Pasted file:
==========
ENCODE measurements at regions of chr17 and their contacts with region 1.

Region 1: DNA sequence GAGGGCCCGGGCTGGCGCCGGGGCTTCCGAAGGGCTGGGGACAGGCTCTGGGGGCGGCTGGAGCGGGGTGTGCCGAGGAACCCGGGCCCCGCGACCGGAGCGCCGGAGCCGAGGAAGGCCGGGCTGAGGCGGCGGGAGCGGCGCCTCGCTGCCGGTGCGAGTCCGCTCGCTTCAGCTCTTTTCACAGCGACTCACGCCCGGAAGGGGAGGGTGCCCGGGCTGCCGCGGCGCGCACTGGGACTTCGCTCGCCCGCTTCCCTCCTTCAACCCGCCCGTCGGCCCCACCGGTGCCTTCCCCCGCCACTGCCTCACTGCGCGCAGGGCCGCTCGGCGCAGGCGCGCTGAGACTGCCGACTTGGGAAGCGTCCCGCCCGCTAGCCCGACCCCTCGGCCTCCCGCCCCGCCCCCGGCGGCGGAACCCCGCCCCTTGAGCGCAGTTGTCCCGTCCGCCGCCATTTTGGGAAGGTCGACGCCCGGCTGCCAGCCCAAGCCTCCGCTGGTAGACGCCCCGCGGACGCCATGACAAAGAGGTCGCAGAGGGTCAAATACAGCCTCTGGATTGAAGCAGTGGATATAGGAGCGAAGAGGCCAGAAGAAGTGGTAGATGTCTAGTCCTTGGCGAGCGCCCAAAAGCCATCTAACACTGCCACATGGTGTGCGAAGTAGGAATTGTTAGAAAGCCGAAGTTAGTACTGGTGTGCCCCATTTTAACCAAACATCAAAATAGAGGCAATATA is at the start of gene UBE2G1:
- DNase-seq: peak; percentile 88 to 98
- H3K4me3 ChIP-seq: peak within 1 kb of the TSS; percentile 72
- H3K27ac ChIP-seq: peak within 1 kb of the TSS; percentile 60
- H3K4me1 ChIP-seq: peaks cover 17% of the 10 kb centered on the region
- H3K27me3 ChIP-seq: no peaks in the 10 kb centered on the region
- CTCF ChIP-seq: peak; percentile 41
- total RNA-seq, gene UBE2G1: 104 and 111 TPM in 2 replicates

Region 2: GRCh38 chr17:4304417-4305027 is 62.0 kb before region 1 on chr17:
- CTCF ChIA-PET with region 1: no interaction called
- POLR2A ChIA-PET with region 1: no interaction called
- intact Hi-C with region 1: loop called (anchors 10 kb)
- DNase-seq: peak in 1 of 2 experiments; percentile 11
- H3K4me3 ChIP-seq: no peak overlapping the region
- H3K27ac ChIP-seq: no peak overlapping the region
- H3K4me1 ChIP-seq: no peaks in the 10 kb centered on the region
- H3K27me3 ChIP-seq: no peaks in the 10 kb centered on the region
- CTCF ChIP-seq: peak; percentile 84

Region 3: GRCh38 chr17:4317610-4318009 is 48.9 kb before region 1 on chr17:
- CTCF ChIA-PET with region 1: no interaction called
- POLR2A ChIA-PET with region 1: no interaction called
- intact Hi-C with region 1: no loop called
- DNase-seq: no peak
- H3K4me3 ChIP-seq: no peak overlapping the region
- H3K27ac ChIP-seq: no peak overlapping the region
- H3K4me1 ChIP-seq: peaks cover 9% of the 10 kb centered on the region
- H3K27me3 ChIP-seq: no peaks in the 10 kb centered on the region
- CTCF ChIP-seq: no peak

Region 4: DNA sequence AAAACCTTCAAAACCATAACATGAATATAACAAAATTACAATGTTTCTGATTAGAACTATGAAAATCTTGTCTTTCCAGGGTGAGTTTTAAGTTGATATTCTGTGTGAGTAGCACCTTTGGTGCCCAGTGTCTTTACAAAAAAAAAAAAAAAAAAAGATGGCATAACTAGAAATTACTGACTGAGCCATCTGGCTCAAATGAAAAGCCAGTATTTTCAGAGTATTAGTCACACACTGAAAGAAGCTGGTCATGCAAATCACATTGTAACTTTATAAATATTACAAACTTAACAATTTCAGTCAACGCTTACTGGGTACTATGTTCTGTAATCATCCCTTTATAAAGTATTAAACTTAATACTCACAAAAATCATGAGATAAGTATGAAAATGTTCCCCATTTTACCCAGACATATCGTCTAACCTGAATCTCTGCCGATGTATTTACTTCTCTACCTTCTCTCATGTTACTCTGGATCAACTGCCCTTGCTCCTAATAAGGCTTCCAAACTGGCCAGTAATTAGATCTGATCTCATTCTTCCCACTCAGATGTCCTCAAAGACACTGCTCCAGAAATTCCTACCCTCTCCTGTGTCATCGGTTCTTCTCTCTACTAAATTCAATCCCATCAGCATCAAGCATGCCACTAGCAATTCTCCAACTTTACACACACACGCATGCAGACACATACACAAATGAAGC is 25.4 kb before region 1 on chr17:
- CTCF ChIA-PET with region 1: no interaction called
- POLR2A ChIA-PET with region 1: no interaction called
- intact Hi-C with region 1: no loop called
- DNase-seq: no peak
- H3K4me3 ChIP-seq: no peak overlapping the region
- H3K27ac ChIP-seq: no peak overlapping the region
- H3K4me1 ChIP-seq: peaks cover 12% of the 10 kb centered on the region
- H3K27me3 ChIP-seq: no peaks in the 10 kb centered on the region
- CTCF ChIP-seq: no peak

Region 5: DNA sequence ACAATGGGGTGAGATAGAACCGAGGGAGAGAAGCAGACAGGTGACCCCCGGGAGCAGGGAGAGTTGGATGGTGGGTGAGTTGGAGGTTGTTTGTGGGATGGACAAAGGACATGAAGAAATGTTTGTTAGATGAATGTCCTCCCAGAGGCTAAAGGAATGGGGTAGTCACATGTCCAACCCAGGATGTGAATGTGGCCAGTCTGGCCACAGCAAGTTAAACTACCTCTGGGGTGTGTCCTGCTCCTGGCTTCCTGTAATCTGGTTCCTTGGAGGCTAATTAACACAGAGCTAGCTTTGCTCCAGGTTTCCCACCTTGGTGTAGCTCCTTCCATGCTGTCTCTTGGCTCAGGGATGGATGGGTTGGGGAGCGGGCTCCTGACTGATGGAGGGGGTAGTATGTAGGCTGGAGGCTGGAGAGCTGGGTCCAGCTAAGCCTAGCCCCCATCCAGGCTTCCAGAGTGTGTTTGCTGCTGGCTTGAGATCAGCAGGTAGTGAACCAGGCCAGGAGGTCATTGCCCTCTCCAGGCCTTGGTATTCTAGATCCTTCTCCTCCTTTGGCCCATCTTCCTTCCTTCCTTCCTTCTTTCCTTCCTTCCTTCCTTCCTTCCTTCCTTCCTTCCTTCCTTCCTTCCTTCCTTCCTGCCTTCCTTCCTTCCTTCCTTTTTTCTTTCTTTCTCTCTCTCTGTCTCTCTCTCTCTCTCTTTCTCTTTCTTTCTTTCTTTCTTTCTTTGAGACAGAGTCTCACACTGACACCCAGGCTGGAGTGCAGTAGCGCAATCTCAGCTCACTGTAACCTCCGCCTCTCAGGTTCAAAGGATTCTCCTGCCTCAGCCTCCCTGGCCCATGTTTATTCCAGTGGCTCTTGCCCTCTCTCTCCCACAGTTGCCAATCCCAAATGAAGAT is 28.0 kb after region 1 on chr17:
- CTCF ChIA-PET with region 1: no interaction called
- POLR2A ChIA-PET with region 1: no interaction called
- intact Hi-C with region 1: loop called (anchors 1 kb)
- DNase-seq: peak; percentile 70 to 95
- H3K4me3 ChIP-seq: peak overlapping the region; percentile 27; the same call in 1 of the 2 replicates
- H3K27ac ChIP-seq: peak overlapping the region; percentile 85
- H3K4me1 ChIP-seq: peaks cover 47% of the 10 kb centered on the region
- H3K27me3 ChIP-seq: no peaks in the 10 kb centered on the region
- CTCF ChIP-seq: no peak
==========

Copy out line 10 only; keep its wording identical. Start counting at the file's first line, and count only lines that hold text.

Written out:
Region 2: GRCh38 chr17:4304417-4305027 is 62.0 kb before region 1 on chr17: